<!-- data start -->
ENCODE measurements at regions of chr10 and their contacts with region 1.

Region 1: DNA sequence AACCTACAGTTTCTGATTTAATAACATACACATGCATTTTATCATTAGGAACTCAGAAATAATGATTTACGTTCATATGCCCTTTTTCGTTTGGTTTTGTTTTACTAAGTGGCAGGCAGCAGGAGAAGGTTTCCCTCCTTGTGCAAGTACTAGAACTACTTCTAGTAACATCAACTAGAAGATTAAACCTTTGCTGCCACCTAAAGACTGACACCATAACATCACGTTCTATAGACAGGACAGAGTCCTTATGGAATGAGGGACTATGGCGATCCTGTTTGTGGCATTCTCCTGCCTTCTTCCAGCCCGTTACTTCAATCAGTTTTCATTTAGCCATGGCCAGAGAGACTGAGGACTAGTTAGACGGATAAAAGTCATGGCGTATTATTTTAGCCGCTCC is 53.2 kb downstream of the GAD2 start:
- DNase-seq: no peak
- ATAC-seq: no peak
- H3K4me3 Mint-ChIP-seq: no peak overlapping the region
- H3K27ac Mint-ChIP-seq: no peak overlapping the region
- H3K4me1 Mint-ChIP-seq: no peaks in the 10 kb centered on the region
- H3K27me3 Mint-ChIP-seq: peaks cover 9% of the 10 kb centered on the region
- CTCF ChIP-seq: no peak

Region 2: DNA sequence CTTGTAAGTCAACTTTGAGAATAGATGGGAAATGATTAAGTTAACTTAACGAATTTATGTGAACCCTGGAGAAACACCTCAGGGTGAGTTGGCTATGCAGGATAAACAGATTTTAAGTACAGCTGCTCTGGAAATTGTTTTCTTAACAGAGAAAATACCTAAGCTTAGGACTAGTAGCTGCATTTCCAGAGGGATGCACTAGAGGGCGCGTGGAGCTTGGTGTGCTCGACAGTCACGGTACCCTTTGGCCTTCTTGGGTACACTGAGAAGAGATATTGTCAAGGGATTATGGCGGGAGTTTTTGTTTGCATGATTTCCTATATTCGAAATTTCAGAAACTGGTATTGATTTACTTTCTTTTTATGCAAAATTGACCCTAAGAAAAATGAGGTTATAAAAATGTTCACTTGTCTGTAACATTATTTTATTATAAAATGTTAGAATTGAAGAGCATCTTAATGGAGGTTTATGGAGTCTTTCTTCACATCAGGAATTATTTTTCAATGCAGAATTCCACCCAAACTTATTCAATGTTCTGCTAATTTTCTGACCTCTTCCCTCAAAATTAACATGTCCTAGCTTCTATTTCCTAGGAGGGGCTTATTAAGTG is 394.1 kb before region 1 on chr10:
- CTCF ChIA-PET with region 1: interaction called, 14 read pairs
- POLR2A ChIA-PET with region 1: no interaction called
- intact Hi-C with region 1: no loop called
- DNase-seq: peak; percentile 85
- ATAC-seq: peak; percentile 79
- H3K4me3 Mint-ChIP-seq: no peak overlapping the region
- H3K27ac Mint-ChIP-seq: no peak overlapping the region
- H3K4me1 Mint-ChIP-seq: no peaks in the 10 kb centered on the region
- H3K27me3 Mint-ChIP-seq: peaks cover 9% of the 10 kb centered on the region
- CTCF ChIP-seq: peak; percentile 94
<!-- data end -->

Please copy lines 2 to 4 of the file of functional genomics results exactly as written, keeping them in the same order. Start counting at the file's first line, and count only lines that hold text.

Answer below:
Region 1: DNA sequence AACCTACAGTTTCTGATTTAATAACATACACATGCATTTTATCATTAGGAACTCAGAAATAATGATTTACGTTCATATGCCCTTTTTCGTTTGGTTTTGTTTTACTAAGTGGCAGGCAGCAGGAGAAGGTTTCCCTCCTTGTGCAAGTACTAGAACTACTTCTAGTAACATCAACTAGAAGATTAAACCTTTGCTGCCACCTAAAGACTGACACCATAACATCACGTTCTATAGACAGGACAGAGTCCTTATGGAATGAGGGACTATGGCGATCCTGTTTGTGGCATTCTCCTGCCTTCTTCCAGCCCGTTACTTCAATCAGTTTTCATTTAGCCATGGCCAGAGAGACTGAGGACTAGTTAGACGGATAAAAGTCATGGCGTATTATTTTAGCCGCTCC is 53.2 kb downstream of the GAD2 start:
- DNase-seq: no peak
- ATAC-seq: no peak